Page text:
5. Synthesis and crystallization

Ba(SCN)2·3H2O and 4-benzoylpyridine were purchased from Alfa Aesar. Ni(SO4)·6H2O was purchased from Merck. All solvents and reactants were used without further purification.

Ni(NCS)2 was prepared by the reaction of equimolar amounts of Ni(SO4)·6H2O and Ba(SCN)2·3H2O in water. The resulting white precipitate of BaSO4 was filtered off, and the solvent was evaporated from the filtrate. The green solid was dried at room temperature.

5.1. Synthesis

Crystals of the title com­pound suitable for single-crystal X-ray diffraction were obtained by the reaction of Ni(NCS)2 (26.2 mg, 0.15 mmol) with 4-benzoyl­pyridine (27.5 mg, 0.15 mmol) in aceto­nitrile (1.5 ml) for 2 d at 354 K in a closed test tube. A polycrystalline powder was obtained by stirring a solution of Ni(NCS)2 (87.4 mg, 0.5 mmol) and 4-benzoyl­pyridine (183.2 mg, 1.0 mmol) in MeCN (3 ml) for 4 d.

5.2. Experimental details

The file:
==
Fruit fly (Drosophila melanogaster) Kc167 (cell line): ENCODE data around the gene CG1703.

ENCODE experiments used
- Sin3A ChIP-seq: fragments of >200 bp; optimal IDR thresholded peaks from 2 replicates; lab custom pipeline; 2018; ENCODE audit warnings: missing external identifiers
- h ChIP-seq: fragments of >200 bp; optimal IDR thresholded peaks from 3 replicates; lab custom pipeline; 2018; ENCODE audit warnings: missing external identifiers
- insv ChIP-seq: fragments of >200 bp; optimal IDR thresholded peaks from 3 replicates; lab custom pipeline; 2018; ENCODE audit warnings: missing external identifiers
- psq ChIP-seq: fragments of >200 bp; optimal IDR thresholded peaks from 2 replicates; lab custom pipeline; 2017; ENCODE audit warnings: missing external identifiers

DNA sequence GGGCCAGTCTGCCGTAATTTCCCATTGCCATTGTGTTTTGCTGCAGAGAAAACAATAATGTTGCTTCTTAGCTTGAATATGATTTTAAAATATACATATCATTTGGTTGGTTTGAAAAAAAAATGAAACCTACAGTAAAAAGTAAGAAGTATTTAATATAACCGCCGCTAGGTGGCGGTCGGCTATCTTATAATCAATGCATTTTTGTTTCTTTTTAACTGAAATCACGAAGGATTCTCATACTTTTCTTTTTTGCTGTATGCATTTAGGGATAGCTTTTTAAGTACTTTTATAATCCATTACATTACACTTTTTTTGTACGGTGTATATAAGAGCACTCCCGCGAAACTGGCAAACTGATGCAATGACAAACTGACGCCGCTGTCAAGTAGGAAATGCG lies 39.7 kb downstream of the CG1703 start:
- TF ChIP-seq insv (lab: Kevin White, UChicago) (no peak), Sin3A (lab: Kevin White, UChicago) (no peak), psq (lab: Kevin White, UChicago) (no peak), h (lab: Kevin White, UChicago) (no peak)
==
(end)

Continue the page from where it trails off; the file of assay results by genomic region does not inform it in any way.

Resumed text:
Differential thermoanalysis and thermogravimetry (DTA–TG) were performed under a dynamic nitro­gen atmosphere in Al2O3 crucibles using an STA PT1600 thermobalance from Linseis. The XRPD measurements were performed using a Stoe Transmission Powder Diffraction System (STADI P) with Cu Kα radiation that was equipped with a linear position-sensitive MYTHEN detector from Stoe & Cie. The IR data were measured using a Bruker Alpha-P ATR–IR spectrometer.

6. Refinement

The C—H hydrogens were positioned with idealized geometry (methyl H atoms allowed to rotate but not to tip) and refined with Uiso(H) = 1.2Ueq(C) (1.5 for methyl H atoms) using a riding model. Crystal data, data collection and structure refinement details are summarized in Table 3[link].

Table 3
Experimental details

Crystal data
Chemical formula [Ni(NCS)2(C2H2N21)2(C12H9NO)2]
Mr 623.38
Crystal system, space group Triclinic, P[\overline{1}]
Temperature (K) 200
a, b, c (Å) 7.2716 (5), 10.4868 (6), 10.8677 (6)
α, β, γ (°) 65.540 (4), 88.893 (5), 88.378 (5)
V3) 754.02 (8)
Z 1
Radiation type Mo Kα
μ (mm−1) 0.82
Crystal size (mm) 0.14 × 0.05 × 0.04
 
Data collection
Diffractometer Stoe IPDS2
Absorption correction Numerical (X-SHAPE and X-RED32; Stoe & Cie, 2008[Stoe & Cie (2008). X-AREA, X-RED32 and X-SHAPE. Stoe & Cie, Darmstadt, Germany.])
Tmin, Tmax 0.837, 0.966